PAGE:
Our backpacking Serbia itinerary explains the best way to spend 5 days in Serbia without a car.
We travelled Serbia with public transport. In our Serbia travel blog, we show you how to create your own Serbia itinerary using only buses and trains.
Many travellers choose to rent a car in Serbia. This is by no means necessary. We found the public transport in Serbia amazing. Big and small cities are well connected by buses and trains. It’s super easy to move around as well as go on day trips with public transport.
Belgrade is the capital of Serbia and a must-see!
The highlights of central Belgrade include:
We stayed at Up Hostel. The location right on Skadarska Street was amazing. The bedrooms, kitchen, and bathrooms were clean and the beds with curtains were very sturdy and private.
In the morning, your itinerary brings you to the Church of Saint Sava, the largest Orthodox Church currently in use. Make sure to also check out the crypt.
On the way, there are plenty of sights like the Ruins of the Radio Television of Serbia HQ from the 1999 NATO bombing.
In the afternoon, the former Hungarian border town of Zemun is worth a visit. Notice how it is completely different from Belgrade. The highlight is the Millenium Tower with its amazing view.
Novi Sad is our favourite city in Serbia. It’s colourful, walkable, and full of nice bars and restaurants. The second-largest city in Serbia was declared the European Capital of Culture in 2022 for a reason!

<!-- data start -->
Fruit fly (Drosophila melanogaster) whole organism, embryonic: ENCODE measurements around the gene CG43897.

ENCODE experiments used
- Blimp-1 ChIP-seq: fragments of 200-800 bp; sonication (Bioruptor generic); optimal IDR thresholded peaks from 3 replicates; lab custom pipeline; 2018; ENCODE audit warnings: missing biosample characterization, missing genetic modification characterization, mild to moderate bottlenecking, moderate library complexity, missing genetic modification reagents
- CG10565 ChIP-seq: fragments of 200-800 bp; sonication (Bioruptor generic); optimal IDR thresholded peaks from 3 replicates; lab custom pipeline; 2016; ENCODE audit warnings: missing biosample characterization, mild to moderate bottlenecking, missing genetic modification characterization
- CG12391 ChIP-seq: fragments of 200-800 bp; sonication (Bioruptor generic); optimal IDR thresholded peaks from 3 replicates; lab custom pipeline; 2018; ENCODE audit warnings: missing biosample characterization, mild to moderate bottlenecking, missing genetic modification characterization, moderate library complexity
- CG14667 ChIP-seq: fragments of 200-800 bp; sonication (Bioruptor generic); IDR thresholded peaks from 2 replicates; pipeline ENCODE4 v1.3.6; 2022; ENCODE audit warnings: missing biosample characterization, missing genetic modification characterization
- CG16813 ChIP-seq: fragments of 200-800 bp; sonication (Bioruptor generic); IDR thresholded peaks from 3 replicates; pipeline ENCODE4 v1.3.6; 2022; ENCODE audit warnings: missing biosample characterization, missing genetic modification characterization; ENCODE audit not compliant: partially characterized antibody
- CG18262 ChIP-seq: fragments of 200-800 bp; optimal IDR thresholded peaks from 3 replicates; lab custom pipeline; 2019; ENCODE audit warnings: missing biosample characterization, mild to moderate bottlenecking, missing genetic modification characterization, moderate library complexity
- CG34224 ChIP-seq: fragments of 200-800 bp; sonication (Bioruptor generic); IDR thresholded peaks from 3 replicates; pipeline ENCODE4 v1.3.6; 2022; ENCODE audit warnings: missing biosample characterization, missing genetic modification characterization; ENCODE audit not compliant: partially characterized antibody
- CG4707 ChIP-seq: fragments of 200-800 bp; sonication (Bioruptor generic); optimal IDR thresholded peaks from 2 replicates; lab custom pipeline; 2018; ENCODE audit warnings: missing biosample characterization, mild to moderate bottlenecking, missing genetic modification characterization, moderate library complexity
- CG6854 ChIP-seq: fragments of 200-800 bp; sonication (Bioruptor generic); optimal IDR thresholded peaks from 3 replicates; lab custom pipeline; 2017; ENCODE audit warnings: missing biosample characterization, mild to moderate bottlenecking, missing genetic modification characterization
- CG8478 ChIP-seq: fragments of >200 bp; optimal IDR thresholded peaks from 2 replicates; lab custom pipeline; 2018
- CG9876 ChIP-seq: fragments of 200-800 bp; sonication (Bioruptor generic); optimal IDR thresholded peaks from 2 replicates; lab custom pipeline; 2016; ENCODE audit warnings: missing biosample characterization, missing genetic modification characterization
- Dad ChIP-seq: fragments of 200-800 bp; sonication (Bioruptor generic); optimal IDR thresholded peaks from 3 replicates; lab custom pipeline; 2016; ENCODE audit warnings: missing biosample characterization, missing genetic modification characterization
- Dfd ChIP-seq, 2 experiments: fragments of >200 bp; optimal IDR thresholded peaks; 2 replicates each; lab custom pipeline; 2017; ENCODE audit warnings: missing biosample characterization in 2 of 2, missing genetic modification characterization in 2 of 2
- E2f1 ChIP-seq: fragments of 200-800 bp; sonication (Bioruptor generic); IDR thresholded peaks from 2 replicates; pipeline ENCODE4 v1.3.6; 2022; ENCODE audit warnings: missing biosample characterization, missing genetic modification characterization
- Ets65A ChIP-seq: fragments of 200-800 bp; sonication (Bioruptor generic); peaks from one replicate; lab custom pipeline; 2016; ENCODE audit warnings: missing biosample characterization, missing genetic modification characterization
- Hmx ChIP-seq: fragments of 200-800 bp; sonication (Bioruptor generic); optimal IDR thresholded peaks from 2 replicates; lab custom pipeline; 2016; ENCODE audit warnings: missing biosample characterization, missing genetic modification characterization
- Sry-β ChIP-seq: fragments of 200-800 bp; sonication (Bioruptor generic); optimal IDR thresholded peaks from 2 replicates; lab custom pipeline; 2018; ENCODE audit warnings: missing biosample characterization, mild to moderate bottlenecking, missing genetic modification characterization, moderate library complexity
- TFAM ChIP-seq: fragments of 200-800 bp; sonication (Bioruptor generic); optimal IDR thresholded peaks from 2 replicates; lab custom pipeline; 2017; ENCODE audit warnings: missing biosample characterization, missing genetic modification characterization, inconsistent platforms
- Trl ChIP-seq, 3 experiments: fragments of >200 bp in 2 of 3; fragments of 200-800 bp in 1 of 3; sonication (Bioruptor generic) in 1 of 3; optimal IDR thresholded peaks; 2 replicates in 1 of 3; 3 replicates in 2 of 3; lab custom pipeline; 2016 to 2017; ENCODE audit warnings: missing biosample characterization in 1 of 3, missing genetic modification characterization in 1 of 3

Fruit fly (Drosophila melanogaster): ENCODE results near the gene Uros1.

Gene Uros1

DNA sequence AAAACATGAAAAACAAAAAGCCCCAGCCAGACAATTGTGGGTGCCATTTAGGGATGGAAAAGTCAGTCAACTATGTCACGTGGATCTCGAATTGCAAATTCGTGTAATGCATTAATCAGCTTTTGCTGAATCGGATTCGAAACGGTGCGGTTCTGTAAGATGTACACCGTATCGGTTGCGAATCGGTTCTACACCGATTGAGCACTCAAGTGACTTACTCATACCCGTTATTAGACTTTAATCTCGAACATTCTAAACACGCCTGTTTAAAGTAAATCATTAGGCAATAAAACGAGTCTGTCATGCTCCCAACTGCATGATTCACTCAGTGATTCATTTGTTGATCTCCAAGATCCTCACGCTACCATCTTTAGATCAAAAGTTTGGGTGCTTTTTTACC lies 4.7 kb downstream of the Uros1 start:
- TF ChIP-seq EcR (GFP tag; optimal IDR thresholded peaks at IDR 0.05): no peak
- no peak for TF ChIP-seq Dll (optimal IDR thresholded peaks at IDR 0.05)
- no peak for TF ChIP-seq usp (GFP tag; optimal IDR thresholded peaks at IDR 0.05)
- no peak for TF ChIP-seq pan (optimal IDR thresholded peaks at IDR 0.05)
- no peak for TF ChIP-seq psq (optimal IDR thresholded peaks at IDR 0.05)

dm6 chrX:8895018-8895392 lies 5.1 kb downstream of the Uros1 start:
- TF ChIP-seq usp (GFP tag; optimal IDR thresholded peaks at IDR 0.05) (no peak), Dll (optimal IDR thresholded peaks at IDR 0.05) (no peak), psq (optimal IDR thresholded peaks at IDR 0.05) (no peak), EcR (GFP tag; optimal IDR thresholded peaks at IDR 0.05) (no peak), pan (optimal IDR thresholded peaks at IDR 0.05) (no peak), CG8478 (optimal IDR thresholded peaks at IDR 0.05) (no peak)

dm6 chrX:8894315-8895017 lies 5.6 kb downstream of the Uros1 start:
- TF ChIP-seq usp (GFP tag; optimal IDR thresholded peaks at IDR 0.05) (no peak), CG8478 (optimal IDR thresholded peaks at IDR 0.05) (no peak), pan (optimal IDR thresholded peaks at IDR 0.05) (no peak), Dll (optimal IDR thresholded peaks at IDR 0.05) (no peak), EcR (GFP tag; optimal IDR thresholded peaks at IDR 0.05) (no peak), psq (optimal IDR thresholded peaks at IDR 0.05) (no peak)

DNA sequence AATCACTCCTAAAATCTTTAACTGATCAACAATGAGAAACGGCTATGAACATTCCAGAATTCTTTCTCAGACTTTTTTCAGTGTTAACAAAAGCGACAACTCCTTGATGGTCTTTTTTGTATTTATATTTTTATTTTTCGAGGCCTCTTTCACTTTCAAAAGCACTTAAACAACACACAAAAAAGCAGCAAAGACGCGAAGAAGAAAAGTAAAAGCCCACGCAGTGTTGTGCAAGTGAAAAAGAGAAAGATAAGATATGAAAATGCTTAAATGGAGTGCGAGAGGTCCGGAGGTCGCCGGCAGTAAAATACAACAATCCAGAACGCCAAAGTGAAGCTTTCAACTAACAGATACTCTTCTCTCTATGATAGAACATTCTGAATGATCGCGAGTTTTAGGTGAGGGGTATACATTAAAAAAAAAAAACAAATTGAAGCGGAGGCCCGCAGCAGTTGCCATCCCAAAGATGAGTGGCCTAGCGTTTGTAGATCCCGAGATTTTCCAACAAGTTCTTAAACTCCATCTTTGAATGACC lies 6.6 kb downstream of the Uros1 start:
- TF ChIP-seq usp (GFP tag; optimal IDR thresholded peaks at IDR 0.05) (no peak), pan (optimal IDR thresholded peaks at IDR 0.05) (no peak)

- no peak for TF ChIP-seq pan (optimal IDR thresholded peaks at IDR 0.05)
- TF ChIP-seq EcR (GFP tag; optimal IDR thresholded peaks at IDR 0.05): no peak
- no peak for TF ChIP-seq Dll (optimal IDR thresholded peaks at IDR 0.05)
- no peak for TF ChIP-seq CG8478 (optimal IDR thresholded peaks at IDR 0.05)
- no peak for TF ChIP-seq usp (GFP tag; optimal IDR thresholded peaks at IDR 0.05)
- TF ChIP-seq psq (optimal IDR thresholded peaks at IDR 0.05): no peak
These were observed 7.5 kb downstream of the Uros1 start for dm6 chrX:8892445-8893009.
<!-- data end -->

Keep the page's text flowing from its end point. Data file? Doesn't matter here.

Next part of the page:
The best things to do in Novi Sad are:
You can either take buses or trains. There are loads of options during the day. We took the train because a local told us it’s cheaper and more scenic but there’s one caveat: Belgrade moved its train station to the middle of nowhere – we walked and we still have MAJOR regrets.
We stayed at Hostel Stari Grad. The location is a 10/10: It’s on the way from the bus and train station to the city centre and very close to the centre. To be honest, though, the feeling was a bit off. There were many men living long term which resulted in a different vibe than a traveller vibe where you can meet other people. If you only look for a place to stay it’s perfect though.
Sremski Karlovci is mainly known for two things: The former seat of the Serbian Orthodox Church and wine. These are the main things to do:
Explore around the main square.
Have a wine tasting.
Hike to the viewpoint.
Roam around a bit.
Sremski Karlovci is only 10 km (6 mi) away from Novi Sad. Buses and trains leave regularly.
Subotica is super close to the Hungarian border. It is known for its Hungarian architecture (mostly Art Nouveau). The best thing to do in Subotica is to hunt down architectonic gems like
Palic is a spa town close to Subotica. It is mostly known for its lake, its spa architecture as well as its wineries.
Comprehensive travel guide including Subotica what to see and Palic what to see.
While there are two daily trains from Novi Sad to Subotica, buses are the more frequent and convenient option.
We stayed at Hostel Put Svile and could not recommend it more. The location at the bus station is extremely convenient, it’s spotless clean, and the owners are super friendly and helpful. Additionally, it is amazing value for money for a private room.
Last but not least: Do we think Serbia is worth visiting? Yes, Serbia is absolutely worth a visit be it on its own or as part of a bigger Balkans backpacking trip.
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